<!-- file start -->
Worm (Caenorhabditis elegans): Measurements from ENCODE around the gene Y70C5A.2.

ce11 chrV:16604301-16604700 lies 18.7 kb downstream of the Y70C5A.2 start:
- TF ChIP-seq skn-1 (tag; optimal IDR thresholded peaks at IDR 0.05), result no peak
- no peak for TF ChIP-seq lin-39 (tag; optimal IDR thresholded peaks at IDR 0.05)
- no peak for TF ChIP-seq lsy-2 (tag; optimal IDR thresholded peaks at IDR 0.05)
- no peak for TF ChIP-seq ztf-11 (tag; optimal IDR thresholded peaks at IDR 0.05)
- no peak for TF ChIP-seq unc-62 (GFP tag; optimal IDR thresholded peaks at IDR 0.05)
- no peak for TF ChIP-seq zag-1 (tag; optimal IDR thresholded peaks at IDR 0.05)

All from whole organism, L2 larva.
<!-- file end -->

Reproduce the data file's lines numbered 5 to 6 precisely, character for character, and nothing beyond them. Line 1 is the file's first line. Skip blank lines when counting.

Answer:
- no peak for TF ChIP-seq lsy-2 (tag; optimal IDR thresholded peaks at IDR 0.05)
- no peak for TF ChIP-seq ztf-11 (tag; optimal IDR thresholded peaks at IDR 0.05)